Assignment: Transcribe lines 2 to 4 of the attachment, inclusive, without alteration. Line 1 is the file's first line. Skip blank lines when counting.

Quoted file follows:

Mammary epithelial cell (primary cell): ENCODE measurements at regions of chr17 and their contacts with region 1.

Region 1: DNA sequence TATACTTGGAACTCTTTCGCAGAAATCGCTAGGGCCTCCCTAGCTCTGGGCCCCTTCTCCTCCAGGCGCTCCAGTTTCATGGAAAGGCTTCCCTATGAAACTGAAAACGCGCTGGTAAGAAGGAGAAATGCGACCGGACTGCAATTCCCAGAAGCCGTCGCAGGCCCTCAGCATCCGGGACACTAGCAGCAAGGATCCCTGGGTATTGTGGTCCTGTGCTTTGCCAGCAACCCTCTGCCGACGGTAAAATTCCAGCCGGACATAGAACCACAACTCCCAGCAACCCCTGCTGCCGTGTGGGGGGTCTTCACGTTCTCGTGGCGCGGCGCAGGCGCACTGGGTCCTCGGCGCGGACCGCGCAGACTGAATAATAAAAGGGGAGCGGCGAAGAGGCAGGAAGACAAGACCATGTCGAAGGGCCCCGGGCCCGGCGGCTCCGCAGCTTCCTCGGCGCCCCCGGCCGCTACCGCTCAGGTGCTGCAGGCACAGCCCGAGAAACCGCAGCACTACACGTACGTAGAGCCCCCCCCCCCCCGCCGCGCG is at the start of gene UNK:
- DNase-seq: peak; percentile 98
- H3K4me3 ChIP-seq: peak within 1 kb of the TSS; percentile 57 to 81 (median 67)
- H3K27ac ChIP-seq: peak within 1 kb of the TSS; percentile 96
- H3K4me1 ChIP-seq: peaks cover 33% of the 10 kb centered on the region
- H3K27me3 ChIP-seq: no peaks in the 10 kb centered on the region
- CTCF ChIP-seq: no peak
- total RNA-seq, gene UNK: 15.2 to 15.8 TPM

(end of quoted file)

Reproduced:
Region 1: DNA sequence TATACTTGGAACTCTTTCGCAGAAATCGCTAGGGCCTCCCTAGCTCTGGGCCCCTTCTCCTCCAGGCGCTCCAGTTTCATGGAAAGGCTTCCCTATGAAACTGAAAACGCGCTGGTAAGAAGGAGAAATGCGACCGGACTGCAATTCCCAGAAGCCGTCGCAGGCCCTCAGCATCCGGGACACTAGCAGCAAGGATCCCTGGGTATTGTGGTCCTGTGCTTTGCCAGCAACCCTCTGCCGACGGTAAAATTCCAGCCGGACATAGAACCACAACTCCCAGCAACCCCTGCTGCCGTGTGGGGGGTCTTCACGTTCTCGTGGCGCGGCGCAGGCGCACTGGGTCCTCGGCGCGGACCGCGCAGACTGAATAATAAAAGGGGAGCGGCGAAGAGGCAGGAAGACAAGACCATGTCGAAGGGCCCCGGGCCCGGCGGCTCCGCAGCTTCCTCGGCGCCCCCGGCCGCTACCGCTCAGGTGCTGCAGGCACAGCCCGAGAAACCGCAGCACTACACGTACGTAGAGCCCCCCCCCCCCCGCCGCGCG is at the start of gene UNK:
- DNase-seq: peak; percentile 98
- H3K4me3 ChIP-seq: peak within 1 kb of the TSS; percentile 57 to 81 (median 67)